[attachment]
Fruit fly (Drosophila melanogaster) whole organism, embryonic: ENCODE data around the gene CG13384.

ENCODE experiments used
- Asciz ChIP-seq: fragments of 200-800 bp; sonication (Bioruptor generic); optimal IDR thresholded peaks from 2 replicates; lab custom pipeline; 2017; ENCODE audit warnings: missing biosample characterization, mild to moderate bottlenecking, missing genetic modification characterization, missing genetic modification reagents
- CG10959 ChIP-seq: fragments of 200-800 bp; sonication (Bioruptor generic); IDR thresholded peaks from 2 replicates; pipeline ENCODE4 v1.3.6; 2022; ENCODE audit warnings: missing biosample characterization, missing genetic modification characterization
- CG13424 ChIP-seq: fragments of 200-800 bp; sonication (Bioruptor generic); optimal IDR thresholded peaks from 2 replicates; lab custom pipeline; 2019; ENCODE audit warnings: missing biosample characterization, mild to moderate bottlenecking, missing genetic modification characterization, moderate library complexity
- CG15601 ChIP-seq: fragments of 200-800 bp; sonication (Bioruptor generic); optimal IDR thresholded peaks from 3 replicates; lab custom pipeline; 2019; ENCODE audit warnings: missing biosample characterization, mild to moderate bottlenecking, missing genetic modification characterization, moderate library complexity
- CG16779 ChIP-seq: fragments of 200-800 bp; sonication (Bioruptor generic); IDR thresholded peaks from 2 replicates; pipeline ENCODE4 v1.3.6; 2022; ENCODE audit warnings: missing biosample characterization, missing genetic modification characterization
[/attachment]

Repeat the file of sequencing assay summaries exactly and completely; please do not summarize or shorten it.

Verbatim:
Fruit fly (Drosophila melanogaster) whole organism, embryonic: ENCODE data around the gene CG13384.

ENCODE experiments used
- Asciz ChIP-seq: fragments of 200-800 bp; sonication (Bioruptor generic); optimal IDR thresholded peaks from 2 replicates; lab custom pipeline; 2017; ENCODE audit warnings: missing biosample characterization, mild to moderate bottlenecking, missing genetic modification characterization, missing genetic modification reagents
- CG10959 ChIP-seq: fragments of 200-800 bp; sonication (Bioruptor generic); IDR thresholded peaks from 2 replicates; pipeline ENCODE4 v1.3.6; 2022; ENCODE audit warnings: missing biosample characterization, missing genetic modification characterization
- CG13424 ChIP-seq: fragments of 200-800 bp; sonication (Bioruptor generic); optimal IDR thresholded peaks from 2 replicates; lab custom pipeline; 2019; ENCODE audit warnings: missing biosample characterization, mild to moderate bottlenecking, missing genetic modification characterization, moderate library complexity
- CG15601 ChIP-seq: fragments of 200-800 bp; sonication (Bioruptor generic); optimal IDR thresholded peaks from 3 replicates; lab custom pipeline; 2019; ENCODE audit warnings: missing biosample characterization, mild to moderate bottlenecking, missing genetic modification characterization, moderate library complexity
- CG16779 ChIP-seq: fragments of 200-800 bp; sonication (Bioruptor generic); IDR thresholded peaks from 2 replicates; pipeline ENCODE4 v1.3.6; 2022; ENCODE audit warnings: missing biosample characterization, missing genetic modification characterization